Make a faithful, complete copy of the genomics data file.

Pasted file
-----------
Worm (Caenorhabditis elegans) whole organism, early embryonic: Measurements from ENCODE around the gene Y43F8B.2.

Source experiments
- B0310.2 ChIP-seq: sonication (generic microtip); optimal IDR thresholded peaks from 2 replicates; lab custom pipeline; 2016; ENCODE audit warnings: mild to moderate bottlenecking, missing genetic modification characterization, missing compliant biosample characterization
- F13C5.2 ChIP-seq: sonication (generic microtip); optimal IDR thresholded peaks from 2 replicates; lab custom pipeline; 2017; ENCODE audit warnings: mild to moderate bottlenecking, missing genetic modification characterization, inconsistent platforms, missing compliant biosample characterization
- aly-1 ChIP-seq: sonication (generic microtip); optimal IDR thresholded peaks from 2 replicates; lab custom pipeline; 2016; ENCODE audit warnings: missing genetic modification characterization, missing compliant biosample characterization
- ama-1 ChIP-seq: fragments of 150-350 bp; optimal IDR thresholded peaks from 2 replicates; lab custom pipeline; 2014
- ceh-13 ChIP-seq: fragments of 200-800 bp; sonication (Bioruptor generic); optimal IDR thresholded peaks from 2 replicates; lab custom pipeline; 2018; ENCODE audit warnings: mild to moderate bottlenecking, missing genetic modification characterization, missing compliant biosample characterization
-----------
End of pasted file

Worm (Caenorhabditis elegans) whole organism, early embryonic: Measurements from ENCODE around the gene Y43F8B.2.

Source experiments
- B0310.2 ChIP-seq: sonication (generic microtip); optimal IDR thresholded peaks from 2 replicates; lab custom pipeline; 2016; ENCODE audit warnings: mild to moderate bottlenecking, missing genetic modification characterization, missing compliant biosample characterization
- F13C5.2 ChIP-seq: sonication (generic microtip); optimal IDR thresholded peaks from 2 replicates; lab custom pipeline; 2017; ENCODE audit warnings: mild to moderate bottlenecking, missing genetic modification characterization, inconsistent platforms, missing compliant biosample characterization
- aly-1 ChIP-seq: sonication (generic microtip); optimal IDR thresholded peaks from 2 replicates; lab custom pipeline; 2016; ENCODE audit warnings: missing genetic modification characterization, missing compliant biosample characterization
- ama-1 ChIP-seq: fragments of 150-350 bp; optimal IDR thresholded peaks from 2 replicates; lab custom pipeline; 2014
- ceh-13 ChIP-seq: fragments of 200-800 bp; sonication (Bioruptor generic); optimal IDR thresholded peaks from 2 replicates; lab custom pipeline; 2018; ENCODE audit warnings: mild to moderate bottlenecking, missing genetic modification characterization, missing compliant biosample characterization